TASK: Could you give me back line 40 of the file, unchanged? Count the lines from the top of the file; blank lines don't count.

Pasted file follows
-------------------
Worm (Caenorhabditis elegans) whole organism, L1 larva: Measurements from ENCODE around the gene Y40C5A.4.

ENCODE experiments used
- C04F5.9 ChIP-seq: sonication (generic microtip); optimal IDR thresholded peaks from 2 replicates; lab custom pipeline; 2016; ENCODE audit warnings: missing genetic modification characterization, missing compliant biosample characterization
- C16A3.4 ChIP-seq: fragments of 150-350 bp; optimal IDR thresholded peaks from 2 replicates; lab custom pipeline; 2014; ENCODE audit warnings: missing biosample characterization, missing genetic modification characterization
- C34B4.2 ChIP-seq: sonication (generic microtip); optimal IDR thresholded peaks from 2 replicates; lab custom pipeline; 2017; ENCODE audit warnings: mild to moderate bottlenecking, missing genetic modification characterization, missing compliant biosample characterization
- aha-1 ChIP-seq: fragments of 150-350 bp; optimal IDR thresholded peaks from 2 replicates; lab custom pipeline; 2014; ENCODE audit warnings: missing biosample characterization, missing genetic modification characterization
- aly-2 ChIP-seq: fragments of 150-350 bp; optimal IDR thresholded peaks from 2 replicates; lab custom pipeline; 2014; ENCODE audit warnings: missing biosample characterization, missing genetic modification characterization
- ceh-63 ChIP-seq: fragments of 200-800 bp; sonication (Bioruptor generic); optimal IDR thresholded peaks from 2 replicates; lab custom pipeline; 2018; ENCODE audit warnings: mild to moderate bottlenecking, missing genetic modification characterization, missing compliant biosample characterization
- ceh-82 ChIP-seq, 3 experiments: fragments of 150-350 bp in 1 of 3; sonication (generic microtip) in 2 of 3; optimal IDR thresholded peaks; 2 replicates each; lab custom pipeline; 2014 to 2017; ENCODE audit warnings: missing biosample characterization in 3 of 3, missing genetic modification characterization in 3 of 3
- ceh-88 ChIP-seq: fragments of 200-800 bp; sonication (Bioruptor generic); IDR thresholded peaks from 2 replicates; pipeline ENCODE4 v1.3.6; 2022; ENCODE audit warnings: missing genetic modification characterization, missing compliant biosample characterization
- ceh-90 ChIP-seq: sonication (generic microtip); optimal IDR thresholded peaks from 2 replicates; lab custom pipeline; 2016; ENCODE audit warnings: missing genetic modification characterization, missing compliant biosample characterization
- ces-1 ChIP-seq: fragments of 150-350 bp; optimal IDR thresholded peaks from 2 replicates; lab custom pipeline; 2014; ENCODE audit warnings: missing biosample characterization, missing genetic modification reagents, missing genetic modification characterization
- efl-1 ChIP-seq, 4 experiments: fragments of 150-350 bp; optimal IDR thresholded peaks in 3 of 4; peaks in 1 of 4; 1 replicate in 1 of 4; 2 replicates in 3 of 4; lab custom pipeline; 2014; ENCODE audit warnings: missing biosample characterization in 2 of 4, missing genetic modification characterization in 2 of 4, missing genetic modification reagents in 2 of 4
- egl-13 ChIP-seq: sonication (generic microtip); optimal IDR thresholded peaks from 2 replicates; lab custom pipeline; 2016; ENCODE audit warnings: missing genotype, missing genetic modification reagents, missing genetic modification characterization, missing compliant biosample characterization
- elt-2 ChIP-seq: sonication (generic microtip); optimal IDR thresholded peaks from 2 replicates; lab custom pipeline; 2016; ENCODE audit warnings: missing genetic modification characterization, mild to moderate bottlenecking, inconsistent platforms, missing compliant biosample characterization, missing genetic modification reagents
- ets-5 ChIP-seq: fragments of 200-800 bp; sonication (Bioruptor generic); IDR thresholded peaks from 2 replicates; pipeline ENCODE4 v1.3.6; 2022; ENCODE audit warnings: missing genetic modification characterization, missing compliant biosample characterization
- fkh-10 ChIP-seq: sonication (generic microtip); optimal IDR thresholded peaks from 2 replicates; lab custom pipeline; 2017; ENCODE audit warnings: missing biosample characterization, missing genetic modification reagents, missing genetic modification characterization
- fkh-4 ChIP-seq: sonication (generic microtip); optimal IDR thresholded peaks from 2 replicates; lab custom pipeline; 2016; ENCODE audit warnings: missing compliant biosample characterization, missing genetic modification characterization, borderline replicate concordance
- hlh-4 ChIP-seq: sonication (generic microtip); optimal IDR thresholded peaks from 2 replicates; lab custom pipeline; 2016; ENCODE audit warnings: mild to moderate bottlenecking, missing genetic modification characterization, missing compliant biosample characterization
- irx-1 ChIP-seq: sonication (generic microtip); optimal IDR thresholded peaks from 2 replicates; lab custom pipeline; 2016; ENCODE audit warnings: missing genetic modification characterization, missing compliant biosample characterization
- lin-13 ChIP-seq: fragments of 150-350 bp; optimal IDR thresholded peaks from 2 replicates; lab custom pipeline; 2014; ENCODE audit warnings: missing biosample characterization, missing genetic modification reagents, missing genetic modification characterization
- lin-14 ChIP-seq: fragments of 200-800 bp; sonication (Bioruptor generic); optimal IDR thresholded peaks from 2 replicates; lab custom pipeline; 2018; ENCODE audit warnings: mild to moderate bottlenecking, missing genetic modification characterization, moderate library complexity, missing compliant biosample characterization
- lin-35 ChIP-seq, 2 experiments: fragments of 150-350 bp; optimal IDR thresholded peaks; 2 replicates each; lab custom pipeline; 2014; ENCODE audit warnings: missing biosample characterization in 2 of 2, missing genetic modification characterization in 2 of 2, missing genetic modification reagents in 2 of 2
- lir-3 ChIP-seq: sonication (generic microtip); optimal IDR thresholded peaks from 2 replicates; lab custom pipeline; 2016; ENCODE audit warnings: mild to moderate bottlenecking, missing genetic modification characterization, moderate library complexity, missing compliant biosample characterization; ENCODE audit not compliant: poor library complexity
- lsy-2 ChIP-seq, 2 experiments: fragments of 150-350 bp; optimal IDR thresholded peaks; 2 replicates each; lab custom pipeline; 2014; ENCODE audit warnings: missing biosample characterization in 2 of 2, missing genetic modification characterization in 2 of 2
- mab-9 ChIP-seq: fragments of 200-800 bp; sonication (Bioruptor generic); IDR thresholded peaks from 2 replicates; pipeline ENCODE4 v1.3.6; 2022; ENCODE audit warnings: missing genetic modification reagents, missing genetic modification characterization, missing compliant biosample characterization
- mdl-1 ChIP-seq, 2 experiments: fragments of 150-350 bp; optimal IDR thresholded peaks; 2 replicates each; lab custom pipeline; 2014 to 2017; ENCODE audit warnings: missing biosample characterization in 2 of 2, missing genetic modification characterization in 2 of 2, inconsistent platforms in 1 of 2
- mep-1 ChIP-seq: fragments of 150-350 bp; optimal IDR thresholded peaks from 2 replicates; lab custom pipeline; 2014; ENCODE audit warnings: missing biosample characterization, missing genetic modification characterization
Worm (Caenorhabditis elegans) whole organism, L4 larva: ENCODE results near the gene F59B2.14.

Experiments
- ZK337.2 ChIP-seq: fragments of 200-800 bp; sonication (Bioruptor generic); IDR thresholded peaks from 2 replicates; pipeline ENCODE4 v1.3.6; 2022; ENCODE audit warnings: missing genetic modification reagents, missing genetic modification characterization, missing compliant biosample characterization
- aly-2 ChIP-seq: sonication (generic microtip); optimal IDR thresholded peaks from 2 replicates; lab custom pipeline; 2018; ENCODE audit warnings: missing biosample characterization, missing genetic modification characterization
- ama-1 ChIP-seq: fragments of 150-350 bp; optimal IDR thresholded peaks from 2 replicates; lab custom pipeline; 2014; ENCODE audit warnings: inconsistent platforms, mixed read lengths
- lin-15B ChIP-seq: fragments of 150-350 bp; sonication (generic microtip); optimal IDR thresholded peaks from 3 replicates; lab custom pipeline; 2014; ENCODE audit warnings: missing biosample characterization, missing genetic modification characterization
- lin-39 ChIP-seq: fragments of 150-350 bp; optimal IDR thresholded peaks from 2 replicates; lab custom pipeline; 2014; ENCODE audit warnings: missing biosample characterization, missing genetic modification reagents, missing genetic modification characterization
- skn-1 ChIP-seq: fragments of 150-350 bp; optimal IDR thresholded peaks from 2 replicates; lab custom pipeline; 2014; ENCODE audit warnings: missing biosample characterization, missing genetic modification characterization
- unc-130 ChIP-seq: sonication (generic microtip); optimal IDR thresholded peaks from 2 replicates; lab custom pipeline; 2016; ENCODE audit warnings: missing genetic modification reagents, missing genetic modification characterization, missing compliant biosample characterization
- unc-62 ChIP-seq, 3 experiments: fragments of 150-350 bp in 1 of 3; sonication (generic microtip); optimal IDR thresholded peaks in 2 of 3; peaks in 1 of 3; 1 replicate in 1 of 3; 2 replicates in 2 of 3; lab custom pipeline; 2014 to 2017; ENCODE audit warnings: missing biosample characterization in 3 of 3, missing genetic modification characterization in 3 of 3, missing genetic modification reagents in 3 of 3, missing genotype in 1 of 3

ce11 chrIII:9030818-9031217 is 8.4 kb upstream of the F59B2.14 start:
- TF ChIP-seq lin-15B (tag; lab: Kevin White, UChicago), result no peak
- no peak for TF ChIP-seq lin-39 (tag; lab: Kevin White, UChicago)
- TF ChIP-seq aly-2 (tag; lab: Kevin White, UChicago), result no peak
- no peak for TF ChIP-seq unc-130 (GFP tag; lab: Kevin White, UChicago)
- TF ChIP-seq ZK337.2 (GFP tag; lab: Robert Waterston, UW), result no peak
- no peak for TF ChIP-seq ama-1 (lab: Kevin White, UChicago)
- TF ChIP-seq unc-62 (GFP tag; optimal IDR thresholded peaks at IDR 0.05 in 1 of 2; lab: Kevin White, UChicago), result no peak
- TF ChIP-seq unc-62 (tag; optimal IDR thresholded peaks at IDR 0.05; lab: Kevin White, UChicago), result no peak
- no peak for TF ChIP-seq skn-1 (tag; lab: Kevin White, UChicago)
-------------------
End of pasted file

- TF ChIP-seq lin-15B (tag; lab: Kevin White, UChicago), result no peak